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After University Provost Alan M. Garber ’76 announced Monday that Harvard would resume teaching and research in the fall, undergraduates met the news with a flurry of questions about their future.
As the coronavirus pandemic progresses, students have speculated for weeks about whether they would be able to return to Cambridge in the fall. Some Harvard affiliates — including parents and incoming freshmen — have penned open letters to administrators, urging Harvard to delay its fall semester rather than continue remote instruction if the coronavirus pandemic precludes in-person classes.
Garber’s email put to rest the possibility of a delayed start but left much else uncertain. He wrote that administrators are still considering many options for the fall.
Some students reacted to Monday’s news with relief. Tomasz Cienkowski ’22 said he worried that, if the College were to delay the semester and he returned home to Poland, he would be barred from returning to campus due to a temporary ban on the entry of European foreign nationals into the United States.
“I’m not sure if I would gamble on going home just because I don’t know whether the ban would be lifted by the time I come back,” Cienkowski said. “[Delaying the semester] works great for people who live in this country and have the rights to freely move across the country, but it doesn’t work as well for international students should the immigration restrictions remain in place.”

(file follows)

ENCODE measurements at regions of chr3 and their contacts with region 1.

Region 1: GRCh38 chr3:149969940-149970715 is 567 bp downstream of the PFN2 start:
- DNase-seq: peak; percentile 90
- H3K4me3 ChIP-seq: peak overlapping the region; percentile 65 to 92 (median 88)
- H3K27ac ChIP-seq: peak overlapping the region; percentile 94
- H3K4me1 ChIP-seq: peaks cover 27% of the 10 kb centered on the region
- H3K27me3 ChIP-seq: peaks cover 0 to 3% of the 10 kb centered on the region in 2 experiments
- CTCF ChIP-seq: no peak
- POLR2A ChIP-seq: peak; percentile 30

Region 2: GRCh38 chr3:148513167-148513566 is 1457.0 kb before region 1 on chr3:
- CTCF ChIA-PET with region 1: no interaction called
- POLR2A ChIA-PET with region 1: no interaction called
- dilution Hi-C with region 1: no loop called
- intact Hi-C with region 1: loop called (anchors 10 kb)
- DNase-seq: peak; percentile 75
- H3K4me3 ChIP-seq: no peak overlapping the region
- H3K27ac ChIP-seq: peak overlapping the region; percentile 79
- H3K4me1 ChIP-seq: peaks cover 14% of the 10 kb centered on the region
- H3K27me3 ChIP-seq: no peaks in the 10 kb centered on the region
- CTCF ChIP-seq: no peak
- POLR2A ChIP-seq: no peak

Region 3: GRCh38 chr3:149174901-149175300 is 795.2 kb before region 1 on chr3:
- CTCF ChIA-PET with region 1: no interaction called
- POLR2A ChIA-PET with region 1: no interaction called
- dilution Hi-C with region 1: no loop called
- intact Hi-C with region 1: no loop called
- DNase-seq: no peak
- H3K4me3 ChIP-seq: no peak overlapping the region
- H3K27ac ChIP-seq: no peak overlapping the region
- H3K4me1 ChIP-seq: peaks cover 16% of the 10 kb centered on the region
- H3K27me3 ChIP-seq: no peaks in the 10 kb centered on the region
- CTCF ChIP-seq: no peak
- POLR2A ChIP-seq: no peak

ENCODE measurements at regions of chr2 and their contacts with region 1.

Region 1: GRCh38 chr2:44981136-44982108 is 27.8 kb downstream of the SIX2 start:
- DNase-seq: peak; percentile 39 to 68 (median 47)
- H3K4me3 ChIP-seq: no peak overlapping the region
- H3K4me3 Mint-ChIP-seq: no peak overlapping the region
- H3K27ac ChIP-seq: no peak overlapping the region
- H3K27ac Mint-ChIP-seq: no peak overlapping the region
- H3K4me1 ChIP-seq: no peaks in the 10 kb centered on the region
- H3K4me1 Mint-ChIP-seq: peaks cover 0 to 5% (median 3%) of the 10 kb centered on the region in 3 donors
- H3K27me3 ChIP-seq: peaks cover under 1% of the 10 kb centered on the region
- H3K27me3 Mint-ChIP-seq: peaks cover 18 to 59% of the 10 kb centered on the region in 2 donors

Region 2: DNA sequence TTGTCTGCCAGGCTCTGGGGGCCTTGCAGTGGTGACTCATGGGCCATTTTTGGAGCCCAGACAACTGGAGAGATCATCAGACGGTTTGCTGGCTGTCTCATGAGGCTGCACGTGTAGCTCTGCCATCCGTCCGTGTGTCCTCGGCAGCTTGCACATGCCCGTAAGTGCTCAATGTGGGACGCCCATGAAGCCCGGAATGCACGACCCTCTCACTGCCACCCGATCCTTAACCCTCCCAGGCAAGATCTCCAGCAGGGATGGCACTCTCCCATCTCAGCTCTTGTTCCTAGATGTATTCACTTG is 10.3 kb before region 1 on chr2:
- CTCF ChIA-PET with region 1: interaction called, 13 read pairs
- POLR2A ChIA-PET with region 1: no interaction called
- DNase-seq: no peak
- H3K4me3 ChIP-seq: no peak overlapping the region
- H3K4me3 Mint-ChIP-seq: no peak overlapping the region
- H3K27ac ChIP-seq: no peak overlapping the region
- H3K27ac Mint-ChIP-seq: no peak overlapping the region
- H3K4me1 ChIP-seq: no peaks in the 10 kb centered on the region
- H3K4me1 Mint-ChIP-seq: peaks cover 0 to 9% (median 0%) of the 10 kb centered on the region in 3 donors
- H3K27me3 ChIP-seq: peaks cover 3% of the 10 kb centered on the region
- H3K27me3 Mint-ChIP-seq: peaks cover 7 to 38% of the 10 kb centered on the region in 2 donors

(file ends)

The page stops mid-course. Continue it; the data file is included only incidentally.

Others, however, said they were disappointed by the news. Nancy Hu ’22 said she would rather forego most of winter break than take fall classes remotely.
Sadaf T. Khan ’22 — who also supports a delayed start — said he felt Garber’s email “brushed over” the reason why the University was no longer entertaining the possibility of a postponed fall semester.
“Basically, it said that we’re having classes upcoming semester no matter what. And they didn’t give us sufficient reason as to why they took that other option off the table. So I would have preferred — or I would have appreciated — if the provost laid out the reasoning,” he said.
Asked about student criticisms, University spokesperson Jonathan L. Swain declined to comment beyond Garber’s email.